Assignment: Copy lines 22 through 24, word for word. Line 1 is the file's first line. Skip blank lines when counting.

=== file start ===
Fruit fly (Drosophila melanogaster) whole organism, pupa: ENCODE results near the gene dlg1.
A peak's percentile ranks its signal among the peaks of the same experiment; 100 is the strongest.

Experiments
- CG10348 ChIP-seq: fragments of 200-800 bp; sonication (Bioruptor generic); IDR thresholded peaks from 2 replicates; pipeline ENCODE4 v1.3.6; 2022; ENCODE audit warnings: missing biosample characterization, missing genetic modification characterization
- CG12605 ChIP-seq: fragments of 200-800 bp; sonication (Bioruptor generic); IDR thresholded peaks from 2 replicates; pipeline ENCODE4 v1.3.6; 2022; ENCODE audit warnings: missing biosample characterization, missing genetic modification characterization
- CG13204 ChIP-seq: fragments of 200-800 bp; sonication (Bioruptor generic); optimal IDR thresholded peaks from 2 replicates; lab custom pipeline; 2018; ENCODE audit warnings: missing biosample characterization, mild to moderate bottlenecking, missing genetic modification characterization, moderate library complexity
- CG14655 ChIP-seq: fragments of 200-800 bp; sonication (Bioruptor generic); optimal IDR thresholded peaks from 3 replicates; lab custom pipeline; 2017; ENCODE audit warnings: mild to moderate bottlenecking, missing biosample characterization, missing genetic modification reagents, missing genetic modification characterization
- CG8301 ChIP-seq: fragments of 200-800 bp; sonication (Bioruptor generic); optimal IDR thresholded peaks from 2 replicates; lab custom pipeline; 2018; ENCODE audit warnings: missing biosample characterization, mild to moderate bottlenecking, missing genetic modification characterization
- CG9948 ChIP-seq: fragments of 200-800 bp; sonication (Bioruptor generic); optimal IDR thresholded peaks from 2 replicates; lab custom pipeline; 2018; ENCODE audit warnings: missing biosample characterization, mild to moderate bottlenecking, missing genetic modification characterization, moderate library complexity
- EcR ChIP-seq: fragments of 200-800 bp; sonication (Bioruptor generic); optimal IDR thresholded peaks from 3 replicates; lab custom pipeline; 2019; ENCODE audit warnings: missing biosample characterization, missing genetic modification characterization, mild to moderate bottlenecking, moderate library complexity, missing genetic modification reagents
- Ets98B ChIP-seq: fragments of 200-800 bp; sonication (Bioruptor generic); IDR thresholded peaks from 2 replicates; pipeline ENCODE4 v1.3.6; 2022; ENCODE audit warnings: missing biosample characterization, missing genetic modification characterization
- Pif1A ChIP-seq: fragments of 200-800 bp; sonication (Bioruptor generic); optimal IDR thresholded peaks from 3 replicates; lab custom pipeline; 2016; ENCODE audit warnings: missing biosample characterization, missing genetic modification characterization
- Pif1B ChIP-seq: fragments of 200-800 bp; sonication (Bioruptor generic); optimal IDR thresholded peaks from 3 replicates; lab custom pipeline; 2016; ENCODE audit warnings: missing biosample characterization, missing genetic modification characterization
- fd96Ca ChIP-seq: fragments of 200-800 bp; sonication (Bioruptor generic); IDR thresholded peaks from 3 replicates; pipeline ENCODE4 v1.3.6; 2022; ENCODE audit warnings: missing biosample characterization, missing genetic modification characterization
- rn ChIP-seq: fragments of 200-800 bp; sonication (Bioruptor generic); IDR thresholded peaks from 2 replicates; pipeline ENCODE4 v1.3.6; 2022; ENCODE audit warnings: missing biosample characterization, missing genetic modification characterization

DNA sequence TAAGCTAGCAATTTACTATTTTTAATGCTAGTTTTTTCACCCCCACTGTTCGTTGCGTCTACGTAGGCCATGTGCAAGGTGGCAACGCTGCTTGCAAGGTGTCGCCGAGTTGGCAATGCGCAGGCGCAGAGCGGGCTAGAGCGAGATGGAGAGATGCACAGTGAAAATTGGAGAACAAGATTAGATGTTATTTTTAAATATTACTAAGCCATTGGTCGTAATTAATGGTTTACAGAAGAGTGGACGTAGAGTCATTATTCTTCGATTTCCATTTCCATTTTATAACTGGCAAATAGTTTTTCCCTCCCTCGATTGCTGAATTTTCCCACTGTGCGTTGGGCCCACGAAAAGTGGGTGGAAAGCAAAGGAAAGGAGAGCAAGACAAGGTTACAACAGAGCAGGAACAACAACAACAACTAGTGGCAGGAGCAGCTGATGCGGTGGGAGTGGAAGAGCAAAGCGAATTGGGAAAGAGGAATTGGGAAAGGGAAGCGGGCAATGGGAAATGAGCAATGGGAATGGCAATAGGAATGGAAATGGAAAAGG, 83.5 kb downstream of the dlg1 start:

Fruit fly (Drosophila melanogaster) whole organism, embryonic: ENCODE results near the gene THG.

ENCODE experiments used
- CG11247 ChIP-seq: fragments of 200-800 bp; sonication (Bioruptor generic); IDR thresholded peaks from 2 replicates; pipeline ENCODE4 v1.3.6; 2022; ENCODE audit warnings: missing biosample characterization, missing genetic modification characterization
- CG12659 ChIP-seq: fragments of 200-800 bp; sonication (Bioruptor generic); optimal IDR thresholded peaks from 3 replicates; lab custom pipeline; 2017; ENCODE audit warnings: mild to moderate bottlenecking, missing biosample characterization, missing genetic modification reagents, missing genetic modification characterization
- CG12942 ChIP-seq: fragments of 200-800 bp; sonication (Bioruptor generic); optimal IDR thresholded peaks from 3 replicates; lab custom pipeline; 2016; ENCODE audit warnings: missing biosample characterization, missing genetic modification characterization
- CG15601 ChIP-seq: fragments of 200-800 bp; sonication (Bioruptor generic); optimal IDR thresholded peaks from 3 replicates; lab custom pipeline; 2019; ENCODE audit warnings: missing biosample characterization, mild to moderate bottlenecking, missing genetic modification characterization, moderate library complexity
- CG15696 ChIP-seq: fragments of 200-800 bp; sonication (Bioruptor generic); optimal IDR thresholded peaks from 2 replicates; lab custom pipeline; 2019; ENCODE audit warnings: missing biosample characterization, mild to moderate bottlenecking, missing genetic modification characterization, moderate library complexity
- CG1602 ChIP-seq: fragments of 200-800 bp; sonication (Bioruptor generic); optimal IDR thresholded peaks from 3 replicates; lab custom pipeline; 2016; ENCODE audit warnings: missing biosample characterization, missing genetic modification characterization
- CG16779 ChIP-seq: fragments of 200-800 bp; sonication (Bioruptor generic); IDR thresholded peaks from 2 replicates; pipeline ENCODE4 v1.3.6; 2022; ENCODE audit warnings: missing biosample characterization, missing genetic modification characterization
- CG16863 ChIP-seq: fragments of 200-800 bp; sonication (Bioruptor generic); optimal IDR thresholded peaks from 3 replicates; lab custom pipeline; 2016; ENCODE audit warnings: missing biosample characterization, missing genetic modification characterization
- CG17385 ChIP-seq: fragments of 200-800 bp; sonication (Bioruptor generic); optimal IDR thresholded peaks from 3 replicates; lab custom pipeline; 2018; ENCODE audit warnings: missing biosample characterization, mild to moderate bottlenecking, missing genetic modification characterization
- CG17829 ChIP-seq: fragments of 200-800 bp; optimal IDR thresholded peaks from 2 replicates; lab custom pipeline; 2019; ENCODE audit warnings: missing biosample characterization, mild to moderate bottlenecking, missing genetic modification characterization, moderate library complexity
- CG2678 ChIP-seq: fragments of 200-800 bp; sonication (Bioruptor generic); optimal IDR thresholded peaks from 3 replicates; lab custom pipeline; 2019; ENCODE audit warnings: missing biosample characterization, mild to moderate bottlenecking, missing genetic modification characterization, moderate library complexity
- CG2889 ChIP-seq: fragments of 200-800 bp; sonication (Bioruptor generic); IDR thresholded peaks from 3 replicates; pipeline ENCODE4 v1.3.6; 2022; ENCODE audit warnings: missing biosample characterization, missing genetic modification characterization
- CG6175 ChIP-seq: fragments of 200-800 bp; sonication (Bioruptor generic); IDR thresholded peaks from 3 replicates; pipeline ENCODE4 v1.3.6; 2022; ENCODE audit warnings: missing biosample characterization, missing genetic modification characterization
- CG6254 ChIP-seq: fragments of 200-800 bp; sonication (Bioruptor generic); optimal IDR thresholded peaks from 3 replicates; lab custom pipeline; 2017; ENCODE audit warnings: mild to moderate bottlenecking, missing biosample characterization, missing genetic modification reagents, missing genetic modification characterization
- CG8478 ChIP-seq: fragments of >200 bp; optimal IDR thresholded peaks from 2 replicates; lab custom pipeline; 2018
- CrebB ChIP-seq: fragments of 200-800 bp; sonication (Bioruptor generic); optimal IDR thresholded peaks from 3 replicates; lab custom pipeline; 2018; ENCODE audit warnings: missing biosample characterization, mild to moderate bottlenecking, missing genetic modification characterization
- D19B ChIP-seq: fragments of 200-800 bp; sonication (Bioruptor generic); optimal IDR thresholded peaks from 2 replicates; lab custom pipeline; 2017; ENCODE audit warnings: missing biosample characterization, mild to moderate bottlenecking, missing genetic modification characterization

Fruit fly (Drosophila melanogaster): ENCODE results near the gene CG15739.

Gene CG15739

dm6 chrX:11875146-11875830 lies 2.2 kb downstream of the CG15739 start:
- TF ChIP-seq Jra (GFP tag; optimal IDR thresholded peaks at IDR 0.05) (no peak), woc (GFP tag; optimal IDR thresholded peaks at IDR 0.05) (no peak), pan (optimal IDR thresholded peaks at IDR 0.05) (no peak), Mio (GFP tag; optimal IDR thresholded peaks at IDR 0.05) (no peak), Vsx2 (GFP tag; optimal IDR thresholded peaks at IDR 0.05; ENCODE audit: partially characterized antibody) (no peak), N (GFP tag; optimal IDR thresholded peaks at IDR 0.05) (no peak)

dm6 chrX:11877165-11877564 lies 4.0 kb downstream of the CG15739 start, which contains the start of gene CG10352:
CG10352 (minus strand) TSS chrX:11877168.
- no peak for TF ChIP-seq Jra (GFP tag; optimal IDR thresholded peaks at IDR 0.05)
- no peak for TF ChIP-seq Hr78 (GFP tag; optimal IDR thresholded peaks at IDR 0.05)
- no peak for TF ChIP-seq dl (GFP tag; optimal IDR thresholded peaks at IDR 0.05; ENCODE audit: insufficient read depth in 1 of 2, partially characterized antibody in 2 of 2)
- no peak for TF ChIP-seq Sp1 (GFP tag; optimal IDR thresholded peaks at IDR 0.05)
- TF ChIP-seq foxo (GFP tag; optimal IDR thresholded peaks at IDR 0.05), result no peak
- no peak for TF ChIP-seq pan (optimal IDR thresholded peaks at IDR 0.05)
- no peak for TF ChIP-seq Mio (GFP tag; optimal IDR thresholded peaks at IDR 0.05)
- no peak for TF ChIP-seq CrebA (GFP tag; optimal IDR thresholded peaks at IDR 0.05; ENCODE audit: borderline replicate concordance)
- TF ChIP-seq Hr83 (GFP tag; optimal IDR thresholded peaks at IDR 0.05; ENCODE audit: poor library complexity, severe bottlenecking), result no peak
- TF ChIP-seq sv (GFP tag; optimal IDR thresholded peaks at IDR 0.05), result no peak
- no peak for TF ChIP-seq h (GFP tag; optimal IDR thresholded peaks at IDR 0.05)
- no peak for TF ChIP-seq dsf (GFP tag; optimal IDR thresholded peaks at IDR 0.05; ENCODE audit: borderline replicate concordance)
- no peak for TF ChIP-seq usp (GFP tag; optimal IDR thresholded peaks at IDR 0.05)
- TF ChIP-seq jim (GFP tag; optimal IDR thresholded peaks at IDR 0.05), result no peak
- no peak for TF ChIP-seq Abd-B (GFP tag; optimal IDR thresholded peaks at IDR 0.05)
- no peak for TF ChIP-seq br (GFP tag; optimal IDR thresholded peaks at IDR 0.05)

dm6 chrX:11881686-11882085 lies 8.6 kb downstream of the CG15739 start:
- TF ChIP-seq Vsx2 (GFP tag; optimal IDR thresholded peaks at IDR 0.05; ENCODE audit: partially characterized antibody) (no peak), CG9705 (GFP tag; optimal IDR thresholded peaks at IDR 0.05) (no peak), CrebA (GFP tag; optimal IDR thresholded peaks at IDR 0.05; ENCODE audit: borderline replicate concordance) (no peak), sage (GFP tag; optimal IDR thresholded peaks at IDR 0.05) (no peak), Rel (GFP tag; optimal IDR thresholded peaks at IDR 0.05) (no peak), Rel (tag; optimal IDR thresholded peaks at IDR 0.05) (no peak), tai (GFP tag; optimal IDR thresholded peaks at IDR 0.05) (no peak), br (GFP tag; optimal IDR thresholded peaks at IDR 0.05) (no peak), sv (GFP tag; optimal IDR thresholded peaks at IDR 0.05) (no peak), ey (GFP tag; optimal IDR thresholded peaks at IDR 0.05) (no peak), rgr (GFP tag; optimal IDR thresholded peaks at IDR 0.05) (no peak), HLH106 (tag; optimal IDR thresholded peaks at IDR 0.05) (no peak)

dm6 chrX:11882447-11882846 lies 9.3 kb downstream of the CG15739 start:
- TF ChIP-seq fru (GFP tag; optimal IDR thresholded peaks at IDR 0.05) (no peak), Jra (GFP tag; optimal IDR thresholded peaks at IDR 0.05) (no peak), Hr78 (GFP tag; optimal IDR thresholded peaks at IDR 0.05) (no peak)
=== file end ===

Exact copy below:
- CG15601 ChIP-seq: fragments of 200-800 bp; sonication (Bioruptor generic); optimal IDR thresholded peaks from 3 replicates; lab custom pipeline; 2019; ENCODE audit warnings: missing biosample characterization, mild to moderate bottlenecking, missing genetic modification characterization, moderate library complexity
- CG15696 ChIP-seq: fragments of 200-800 bp; sonication (Bioruptor generic); optimal IDR thresholded peaks from 2 replicates; lab custom pipeline; 2019; ENCODE audit warnings: missing biosample characterization, mild to moderate bottlenecking, missing genetic modification characterization, moderate library complexity
- CG1602 ChIP-seq: fragments of 200-800 bp; sonication (Bioruptor generic); optimal IDR thresholded peaks from 3 replicates; lab custom pipeline; 2016; ENCODE audit warnings: missing biosample characterization, missing genetic modification characterization